Has the RPS washed its hands of community pharmacy?
In May 2015, I wrote to The Pharmaceutical Journal proposing that the Royal Pharmaceutical Society (RPS) should hold a ‘Five Year Forward View’ conference to showcase how innovation in community pharmacy could deliver for the NHS.
I pointed out that the Royal College of General Practitioners had done a fantastic job making the case for increased investment in general practice. The RPS, in its professional leadership role, is ideally placed to highlight and synergise best practice in community pharmacy, and help assure a future for the sector and benefits for patients. The RPS did nothing.
In May 2017, I wrote again to express my disappointment with the RPS’s apparent obsession with the GP-pharmacist agenda, not because I oppose the initiative, but because of the way it is being rolled out at the expense of community pharmacy. I pointed out that I had searched the homepage of the new RPS website, in vain, for any reference to the community pharmacy funding cuts.
Then, as now, the media was full of NHS stories about nurses, patients and GPs (but community pharmacy is scarcely mentioned), so I searched the @rpharms Twitter feed — again, in vain — for any recent mention of the cuts. I drew a blank.
The RPS continued to do nothing.
While I accept that the RPS has a different role from the Pharmacists’ Defence Association or the National Pharmacy Association, for example, it certainly has an obligation to speak out when national health policy is damaging the profession and the interests of patients. Current government policy is to bring about the closure of up to 3,000 local pharmacies by means of indiscriminate financial attrition. The Government has admitted that it does not know which pharmacies will close, and when questioned about it, Keith Ridge, the chief pharmaceutical officer, responded that “the market will decide”. The entire network is being deliberately placed under an intolerable strain in order to force closures with no regard to patient safety or pharmacists’ wellbeing. Surely the RPS has a legitimate role here, if not a moral obligation to act, but it stands silent.
The NHS is in crisis. Community pharmacy faces an existential threat. Patient safety is compromised, and yet, the RPS is focused on an irrelevant handwashing campaign?
I have to ask: has the RPS washed its hands of community pharmacy?
Graham Phillips, member, Royal Pharmaceutical Society
As a community pharmacist, I recognise and appreciate how difficult the funding cuts have been for both business owners and the wider profession. The Royal Pharmaceutical Society (RPS) has always opposed these cuts and continues to do so. The uncertainty about jobs, reductions in support staff and the impact on services to patients is something I can relate to directly.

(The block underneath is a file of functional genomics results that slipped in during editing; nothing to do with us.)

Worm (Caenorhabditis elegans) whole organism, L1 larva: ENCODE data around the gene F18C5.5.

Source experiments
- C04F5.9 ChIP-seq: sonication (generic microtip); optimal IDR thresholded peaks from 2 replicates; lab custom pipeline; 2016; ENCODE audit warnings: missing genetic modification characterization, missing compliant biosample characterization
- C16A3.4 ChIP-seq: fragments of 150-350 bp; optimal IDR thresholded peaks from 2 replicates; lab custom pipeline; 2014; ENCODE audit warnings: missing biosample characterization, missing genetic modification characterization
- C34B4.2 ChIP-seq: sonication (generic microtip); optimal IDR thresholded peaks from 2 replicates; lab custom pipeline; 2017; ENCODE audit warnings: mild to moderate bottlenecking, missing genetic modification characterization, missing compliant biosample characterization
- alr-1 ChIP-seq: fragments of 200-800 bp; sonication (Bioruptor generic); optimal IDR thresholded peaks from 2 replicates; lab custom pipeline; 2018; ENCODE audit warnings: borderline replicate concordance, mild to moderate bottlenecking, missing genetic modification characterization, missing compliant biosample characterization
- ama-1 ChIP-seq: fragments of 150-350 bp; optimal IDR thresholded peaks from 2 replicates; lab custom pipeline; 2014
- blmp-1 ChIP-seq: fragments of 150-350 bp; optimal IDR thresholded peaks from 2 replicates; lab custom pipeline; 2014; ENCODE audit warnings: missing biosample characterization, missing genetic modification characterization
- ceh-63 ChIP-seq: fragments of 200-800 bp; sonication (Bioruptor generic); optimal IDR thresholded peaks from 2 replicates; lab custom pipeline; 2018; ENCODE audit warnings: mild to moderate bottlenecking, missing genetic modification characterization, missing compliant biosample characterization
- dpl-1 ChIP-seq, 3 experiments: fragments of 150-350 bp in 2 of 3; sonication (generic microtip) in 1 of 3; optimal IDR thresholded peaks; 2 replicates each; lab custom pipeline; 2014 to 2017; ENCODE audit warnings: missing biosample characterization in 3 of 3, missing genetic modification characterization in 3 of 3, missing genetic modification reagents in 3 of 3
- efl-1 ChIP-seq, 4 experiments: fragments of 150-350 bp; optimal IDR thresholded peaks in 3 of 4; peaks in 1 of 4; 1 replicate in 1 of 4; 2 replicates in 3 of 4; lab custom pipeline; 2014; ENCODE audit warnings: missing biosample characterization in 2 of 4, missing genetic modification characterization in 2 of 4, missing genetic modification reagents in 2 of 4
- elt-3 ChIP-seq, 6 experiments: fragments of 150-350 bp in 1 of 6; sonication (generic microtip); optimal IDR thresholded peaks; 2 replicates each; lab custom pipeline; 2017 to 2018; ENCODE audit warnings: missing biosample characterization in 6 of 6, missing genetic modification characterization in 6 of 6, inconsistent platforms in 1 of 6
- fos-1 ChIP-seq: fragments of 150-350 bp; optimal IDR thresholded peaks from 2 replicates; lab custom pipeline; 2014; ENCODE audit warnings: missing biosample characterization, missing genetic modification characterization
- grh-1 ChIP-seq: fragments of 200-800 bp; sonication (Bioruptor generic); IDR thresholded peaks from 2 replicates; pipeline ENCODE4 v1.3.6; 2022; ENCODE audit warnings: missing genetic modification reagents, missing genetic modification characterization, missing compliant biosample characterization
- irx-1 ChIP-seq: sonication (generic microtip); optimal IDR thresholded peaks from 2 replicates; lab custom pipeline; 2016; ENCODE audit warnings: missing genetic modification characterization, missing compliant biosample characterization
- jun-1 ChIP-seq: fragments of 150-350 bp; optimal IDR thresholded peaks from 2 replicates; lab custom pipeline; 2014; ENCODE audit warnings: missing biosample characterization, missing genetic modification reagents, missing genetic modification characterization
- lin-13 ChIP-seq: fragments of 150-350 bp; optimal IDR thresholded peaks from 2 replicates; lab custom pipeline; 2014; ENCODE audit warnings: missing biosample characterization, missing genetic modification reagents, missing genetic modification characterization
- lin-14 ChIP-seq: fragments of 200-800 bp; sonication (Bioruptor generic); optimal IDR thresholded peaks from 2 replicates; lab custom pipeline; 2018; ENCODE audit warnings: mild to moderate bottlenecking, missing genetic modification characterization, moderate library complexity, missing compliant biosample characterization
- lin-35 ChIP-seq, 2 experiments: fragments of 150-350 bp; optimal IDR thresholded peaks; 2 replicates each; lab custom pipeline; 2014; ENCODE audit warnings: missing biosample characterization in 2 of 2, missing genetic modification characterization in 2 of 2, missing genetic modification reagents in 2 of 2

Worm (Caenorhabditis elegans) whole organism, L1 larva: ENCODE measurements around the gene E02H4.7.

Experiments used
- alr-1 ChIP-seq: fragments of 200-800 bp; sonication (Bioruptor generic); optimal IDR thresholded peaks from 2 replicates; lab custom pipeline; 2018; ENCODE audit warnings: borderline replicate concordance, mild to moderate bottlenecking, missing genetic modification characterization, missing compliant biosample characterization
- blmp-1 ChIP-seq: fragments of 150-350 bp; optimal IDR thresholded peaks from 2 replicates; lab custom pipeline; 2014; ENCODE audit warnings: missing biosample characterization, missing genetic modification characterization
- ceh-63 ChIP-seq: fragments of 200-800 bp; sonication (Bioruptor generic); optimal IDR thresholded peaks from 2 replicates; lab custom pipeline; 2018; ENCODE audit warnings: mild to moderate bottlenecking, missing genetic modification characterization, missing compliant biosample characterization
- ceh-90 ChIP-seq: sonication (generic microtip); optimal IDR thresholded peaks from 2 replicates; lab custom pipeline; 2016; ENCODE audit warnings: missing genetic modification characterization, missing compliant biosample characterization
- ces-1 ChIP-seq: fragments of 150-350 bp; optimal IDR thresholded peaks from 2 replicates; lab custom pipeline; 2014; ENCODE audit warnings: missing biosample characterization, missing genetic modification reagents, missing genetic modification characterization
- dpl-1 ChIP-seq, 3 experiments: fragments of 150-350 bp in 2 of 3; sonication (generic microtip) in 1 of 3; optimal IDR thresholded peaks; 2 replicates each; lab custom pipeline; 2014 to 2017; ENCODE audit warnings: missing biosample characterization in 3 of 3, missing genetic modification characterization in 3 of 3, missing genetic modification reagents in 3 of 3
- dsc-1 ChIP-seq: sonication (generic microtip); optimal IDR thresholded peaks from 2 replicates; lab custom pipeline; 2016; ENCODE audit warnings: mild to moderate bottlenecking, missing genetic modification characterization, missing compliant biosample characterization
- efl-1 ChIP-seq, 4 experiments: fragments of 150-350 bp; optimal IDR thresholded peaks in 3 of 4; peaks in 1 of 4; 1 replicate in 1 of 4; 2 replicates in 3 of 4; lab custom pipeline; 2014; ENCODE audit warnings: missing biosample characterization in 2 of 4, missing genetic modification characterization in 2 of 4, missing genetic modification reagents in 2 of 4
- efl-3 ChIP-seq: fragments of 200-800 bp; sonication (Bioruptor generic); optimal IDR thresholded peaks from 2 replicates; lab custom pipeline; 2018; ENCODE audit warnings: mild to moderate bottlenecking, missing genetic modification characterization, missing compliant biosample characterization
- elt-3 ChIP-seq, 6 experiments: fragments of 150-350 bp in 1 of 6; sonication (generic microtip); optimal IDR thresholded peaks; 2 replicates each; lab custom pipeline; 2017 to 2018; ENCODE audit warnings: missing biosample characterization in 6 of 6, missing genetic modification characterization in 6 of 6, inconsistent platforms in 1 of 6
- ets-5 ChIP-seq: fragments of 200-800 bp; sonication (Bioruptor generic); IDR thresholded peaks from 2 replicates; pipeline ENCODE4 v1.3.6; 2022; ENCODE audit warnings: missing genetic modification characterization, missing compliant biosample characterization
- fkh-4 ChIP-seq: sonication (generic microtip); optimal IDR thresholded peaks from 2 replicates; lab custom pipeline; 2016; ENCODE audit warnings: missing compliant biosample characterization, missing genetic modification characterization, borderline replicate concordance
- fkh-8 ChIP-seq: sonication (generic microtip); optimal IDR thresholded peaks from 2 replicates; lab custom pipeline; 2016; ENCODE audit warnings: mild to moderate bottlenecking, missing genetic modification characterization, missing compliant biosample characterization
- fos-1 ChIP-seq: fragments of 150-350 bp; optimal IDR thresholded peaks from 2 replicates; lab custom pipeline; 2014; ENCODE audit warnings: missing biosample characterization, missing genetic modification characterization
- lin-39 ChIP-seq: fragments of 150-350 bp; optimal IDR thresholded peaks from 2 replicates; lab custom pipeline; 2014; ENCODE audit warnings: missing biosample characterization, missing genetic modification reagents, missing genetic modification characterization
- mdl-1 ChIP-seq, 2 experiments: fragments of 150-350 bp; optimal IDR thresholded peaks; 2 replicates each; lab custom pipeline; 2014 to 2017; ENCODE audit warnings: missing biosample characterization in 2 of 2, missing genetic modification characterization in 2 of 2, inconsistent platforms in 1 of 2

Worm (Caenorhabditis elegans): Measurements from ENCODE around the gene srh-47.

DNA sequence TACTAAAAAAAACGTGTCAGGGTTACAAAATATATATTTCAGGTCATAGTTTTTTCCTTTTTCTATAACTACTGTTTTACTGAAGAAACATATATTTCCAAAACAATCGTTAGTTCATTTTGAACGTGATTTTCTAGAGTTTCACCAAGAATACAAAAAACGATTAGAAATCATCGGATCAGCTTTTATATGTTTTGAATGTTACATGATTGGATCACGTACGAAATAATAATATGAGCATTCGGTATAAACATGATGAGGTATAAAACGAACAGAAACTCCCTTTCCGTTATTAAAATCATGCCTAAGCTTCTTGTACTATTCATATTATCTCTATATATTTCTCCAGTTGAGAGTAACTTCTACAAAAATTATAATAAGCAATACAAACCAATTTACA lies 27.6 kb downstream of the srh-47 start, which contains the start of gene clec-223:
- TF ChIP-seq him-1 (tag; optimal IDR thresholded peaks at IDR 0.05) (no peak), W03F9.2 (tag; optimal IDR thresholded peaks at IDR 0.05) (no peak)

I would like to assure you that the RPS English Pharmacy Board, which includes colleagues such as locums like me, community pharmacist employees and business owners, to ensure that community pharmacy is a very active part of our programme.
Far from washing our hands of community pharmacy we, alongside other organisations, have been successful in campaigning for investment in community pharmacy to allow access to patient care records. Summary Care Record access is a great first step in ensuring community pharmacy is fully integrated into the wider NHS.
This is just a first step. There is no doubt that much, much more needs to be done to enable community pharmacists do more for patients and the public.
We have made very clear to Steve Brine MP, pharmacy minister, that we expect more focus on investment in improving patient care through community pharmacy.
We have been clear that the NHS England Pharmacy Integration Fund needs to enable pharmacists working in the community sector to benefit from, for example, training in prescribing and an NHS-backed patient-facing TV campaign promoting the role of the pharmacist. Both are now coming to fruition.
We are also pleased to see that the Pharmaceutical Services Negotiating Committee is now looking to reform the community pharmacy contractual framework to focus on service delivery — something we have argued would reward pharmacists who offer patient centred services, such as those provided by you.
We are, I believe, showing our commitment to community pharmacy with these actions. As always, I would welcome further conversation with Graham and all members about what more we could do; pulling together, and recognising that there are many different ways of achieving an end, are more productive than a lot of people, each with their own view of Nirvana, shouting from the sidelines.
Chair, RPS English Pharmacy Board
Citation: The Pharmaceutical Journal DOI: 10.1211/PJ.2018.20204309
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